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5.06.2009

Stealing Salt vs. Being Salt...


I've read the story before, but just saw it again on the Google Blogscoped blog and thought it was a refreshing reminder of how a person who knows the truth could demonstrate humility while leading others to embrace truth as well. 

While he was prime minister of Great Britain, Winston Churchill once hosted a posh state dinner, attended by dignitaries from around the world. At one point, he was taken aside by the head butler, who quietly informed him that Lady So-and-so had been observed stealing a silver salt-shaker and placing it in her purse. “How do you suggest this matter be handled?” asked the butler.

“Leave it to me,” replied Churchill. The prime minister then made his way across the room, pausing along the way to pick up the matching pepper shaker from the dinner table. He stepped up to Lady So-and-so, took her by the arm, and guided her out of earshot of the other guests. Then he pulled the pepper shaker from his pocket and showed it to the woman. “My dear lady,” he said in a guilty-sounding voice, “I think we’ve been seen! Perhaps we’d better both put them back!”
When you read this story, do you think it worked
Do you think the thief stopped stealing? 
Would it have been better to make a public spectacle of the situation?
How do you think you would have reacted in this instance?

We'd love to hear your thoughts in the comments...

3 comments:

brianbarela23 said...

hey ross this interaction provides great insight into leadership. our team discussed last week the role of transparency and having a 'we're in this together' culture as opposed to 'you do whatever i say culture.'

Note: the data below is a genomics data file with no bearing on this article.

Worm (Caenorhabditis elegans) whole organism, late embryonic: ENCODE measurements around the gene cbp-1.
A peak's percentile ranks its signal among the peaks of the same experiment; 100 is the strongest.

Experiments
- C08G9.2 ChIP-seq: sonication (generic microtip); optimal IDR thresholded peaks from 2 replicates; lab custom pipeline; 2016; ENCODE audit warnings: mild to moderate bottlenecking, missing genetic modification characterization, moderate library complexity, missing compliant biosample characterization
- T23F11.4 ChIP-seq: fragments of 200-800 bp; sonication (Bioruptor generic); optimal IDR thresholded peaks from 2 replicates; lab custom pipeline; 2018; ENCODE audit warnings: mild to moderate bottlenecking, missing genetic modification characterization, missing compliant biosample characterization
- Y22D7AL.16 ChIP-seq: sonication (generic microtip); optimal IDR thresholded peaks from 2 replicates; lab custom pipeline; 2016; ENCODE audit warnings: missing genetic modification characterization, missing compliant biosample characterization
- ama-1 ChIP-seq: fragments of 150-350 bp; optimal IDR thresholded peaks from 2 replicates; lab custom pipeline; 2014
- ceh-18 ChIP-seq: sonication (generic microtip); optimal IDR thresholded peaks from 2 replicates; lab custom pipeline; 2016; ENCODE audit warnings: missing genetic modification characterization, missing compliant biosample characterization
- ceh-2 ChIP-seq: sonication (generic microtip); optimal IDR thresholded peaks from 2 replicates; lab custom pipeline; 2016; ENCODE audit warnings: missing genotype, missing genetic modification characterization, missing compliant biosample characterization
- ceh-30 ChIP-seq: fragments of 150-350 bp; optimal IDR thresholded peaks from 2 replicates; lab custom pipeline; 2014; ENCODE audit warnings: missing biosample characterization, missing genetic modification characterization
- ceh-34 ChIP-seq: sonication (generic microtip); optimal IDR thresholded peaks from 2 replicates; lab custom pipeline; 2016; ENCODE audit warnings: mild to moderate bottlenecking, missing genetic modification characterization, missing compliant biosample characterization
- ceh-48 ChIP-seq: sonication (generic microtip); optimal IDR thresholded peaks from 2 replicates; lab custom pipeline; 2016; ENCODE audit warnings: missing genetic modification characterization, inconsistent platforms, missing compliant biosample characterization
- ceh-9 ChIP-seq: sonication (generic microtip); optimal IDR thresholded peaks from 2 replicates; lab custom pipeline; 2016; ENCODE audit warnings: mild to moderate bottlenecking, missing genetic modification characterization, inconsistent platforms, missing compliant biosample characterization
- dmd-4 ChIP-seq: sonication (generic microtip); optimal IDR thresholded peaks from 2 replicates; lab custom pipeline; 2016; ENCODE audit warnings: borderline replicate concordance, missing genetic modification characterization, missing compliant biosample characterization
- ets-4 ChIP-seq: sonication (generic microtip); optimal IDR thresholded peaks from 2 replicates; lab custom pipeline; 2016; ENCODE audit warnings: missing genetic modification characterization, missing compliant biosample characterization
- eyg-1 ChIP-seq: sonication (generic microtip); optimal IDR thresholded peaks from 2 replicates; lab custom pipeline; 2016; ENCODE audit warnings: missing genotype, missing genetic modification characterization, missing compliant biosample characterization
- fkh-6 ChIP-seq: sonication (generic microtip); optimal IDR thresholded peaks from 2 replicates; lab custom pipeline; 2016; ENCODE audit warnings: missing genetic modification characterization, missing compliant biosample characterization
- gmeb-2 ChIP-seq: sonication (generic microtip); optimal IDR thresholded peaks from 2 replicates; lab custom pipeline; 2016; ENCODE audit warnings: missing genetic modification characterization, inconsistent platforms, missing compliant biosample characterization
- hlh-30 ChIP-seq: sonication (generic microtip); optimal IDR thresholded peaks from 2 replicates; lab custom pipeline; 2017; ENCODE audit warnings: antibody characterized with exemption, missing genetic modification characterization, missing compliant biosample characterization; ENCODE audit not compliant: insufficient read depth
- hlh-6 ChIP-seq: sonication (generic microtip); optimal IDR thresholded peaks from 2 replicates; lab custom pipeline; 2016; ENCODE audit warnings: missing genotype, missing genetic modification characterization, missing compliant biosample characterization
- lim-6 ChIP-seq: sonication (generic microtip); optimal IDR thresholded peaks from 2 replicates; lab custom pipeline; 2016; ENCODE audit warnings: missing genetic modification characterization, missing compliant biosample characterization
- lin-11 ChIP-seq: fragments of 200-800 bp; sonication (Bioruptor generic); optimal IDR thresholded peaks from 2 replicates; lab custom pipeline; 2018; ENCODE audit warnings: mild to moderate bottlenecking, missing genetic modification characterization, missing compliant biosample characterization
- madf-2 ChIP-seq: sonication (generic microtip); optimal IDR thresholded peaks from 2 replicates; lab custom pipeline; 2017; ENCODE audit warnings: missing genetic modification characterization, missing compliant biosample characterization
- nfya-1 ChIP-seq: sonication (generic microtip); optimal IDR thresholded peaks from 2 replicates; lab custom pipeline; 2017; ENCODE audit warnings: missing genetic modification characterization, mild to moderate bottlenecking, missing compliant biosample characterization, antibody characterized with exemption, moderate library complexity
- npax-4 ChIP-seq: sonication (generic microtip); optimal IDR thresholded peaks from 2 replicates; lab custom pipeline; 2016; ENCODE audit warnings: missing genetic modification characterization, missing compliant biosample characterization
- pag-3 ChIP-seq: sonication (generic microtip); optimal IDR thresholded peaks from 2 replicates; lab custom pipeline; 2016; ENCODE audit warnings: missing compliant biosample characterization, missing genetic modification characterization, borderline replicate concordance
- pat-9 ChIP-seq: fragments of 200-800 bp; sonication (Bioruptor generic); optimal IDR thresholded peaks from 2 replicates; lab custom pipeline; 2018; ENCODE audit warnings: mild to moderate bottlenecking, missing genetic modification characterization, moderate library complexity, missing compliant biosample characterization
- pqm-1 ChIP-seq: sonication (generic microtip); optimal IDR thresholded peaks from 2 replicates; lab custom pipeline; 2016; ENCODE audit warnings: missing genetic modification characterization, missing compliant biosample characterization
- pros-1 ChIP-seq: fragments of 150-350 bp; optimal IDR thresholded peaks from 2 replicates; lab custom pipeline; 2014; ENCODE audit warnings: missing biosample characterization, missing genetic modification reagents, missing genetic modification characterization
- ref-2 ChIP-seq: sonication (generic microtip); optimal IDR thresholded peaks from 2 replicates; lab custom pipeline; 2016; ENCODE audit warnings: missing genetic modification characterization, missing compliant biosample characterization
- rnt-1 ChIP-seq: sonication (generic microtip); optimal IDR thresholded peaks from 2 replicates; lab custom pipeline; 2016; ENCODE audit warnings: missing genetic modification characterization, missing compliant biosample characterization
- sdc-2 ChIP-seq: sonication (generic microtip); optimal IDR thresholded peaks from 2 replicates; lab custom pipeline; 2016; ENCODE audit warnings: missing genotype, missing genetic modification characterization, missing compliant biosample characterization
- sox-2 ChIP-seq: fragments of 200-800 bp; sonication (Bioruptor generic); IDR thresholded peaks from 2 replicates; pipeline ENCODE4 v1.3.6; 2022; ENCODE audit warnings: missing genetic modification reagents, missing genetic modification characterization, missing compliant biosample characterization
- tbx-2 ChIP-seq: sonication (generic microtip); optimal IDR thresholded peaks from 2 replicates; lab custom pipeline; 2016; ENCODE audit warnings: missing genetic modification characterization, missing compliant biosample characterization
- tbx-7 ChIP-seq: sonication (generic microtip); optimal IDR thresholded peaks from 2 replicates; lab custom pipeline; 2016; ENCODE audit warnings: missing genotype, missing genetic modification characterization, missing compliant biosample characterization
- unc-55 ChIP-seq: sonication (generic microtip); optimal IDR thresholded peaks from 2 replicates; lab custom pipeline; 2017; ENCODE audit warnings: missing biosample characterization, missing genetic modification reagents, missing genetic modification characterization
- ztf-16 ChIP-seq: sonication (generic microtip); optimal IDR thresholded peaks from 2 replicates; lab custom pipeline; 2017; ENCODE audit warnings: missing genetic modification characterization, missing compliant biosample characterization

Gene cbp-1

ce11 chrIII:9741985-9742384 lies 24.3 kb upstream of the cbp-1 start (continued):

from the little i've read of churchill, it seems he understood this better than most.

i don't know if the thief stopped stealing, but my guess is that he certainly won her over.

Ross and Taya said...

Thanks Brian, I love that you are working on building a culture of "we're all in this together" rather than a monarchy or caste system. I would think that Compassion, Empathy and the ability to say "I can relate" must pave a way for more life change in both the student and the teacher.

Plus, when you think about the concept of story- it's stuff like this that spreads and inspires. I think it's rare that you would hear a scathing rebuke and be excited to pass it along.

This kind of humility seems rare in leaders. It reminds me of that quote "I'm just one beggar telling another beggar where I found bread."

I know that some people are extended grace and still refuse to admit that they have been lying, stealing, etc. but at least it's a good starting point.

Mom and Dad~ Nana and Papa said...

"We're in this together"....what a great place to be. None of us are an island. We all face the same temptations, the same sin and all need the same "grace". It makes us so much more approachable when we say "I can relate"..."I have been there". Love Dad and Mom

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